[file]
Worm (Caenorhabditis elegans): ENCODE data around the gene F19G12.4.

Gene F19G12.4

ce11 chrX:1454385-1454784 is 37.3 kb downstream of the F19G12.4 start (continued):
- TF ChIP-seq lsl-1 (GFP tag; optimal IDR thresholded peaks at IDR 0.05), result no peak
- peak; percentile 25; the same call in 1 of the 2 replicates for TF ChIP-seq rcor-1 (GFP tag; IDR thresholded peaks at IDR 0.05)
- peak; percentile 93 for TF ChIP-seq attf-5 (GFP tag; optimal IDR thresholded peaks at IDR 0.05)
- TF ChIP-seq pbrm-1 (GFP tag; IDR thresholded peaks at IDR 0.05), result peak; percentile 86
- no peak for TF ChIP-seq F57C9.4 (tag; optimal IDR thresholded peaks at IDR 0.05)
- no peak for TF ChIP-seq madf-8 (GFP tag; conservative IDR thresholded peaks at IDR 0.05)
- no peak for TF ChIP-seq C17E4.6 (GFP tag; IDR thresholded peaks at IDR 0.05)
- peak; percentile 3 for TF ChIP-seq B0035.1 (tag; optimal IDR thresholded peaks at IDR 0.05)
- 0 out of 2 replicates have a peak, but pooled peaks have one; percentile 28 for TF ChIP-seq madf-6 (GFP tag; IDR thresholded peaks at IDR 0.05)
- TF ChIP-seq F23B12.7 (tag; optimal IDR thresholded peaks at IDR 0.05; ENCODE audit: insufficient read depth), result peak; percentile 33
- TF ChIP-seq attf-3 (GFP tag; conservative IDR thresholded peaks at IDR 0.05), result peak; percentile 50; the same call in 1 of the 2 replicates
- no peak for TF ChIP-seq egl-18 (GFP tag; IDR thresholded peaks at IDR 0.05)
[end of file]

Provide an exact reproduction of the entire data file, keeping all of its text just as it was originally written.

Worm (Caenorhabditis elegans): ENCODE data around the gene F19G12.4.

Gene F19G12.4

ce11 chrX:1454385-1454784 is 37.3 kb downstream of the F19G12.4 start (continued):
- TF ChIP-seq lsl-1 (GFP tag; optimal IDR thresholded peaks at IDR 0.05), result no peak
- peak; percentile 25; the same call in 1 of the 2 replicates for TF ChIP-seq rcor-1 (GFP tag; IDR thresholded peaks at IDR 0.05)
- peak; percentile 93 for TF ChIP-seq attf-5 (GFP tag; optimal IDR thresholded peaks at IDR 0.05)
- TF ChIP-seq pbrm-1 (GFP tag; IDR thresholded peaks at IDR 0.05), result peak; percentile 86
- no peak for TF ChIP-seq F57C9.4 (tag; optimal IDR thresholded peaks at IDR 0.05)
- no peak for TF ChIP-seq madf-8 (GFP tag; conservative IDR thresholded peaks at IDR 0.05)
- no peak for TF ChIP-seq C17E4.6 (GFP tag; IDR thresholded peaks at IDR 0.05)
- peak; percentile 3 for TF ChIP-seq B0035.1 (tag; optimal IDR thresholded peaks at IDR 0.05)
- 0 out of 2 replicates have a peak, but pooled peaks have one; percentile 28 for TF ChIP-seq madf-6 (GFP tag; IDR thresholded peaks at IDR 0.05)
- TF ChIP-seq F23B12.7 (tag; optimal IDR thresholded peaks at IDR 0.05; ENCODE audit: insufficient read depth), result peak; percentile 33
- TF ChIP-seq attf-3 (GFP tag; conservative IDR thresholded peaks at IDR 0.05), result peak; percentile 50; the same call in 1 of the 2 replicates
- no peak for TF ChIP-seq egl-18 (GFP tag; IDR thresholded peaks at IDR 0.05)